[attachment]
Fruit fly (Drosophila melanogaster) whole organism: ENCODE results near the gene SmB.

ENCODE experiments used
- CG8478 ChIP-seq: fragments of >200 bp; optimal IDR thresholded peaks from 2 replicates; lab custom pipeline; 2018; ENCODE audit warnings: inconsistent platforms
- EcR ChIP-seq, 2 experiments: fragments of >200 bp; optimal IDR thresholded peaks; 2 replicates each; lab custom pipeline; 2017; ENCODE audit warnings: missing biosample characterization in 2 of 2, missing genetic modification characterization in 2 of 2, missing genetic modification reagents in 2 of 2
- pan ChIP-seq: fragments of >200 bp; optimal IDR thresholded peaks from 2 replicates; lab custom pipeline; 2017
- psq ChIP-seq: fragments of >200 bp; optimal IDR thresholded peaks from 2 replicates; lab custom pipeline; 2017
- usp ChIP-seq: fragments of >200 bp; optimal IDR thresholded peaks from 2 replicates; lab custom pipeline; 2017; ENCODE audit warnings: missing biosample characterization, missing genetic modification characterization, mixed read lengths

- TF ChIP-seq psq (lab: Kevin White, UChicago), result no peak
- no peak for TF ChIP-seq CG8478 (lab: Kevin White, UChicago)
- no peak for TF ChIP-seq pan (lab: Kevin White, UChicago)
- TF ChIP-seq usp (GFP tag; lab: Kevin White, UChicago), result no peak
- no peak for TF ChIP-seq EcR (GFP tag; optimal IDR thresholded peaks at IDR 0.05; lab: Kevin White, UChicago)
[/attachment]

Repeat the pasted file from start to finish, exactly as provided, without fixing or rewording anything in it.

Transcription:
Fruit fly (Drosophila melanogaster) whole organism: ENCODE results near the gene SmB.

ENCODE experiments used
- CG8478 ChIP-seq: fragments of >200 bp; optimal IDR thresholded peaks from 2 replicates; lab custom pipeline; 2018; ENCODE audit warnings: inconsistent platforms
- EcR ChIP-seq, 2 experiments: fragments of >200 bp; optimal IDR thresholded peaks; 2 replicates each; lab custom pipeline; 2017; ENCODE audit warnings: missing biosample characterization in 2 of 2, missing genetic modification characterization in 2 of 2, missing genetic modification reagents in 2 of 2
- pan ChIP-seq: fragments of >200 bp; optimal IDR thresholded peaks from 2 replicates; lab custom pipeline; 2017
- psq ChIP-seq: fragments of >200 bp; optimal IDR thresholded peaks from 2 replicates; lab custom pipeline; 2017
- usp ChIP-seq: fragments of >200 bp; optimal IDR thresholded peaks from 2 replicates; lab custom pipeline; 2017; ENCODE audit warnings: missing biosample characterization, missing genetic modification characterization, mixed read lengths

- TF ChIP-seq psq (lab: Kevin White, UChicago), result no peak
- no peak for TF ChIP-seq CG8478 (lab: Kevin White, UChicago)
- no peak for TF ChIP-seq pan (lab: Kevin White, UChicago)
- TF ChIP-seq usp (GFP tag; lab: Kevin White, UChicago), result no peak
- no peak for TF ChIP-seq EcR (GFP tag; optimal IDR thresholded peaks at IDR 0.05; lab: Kevin White, UChicago)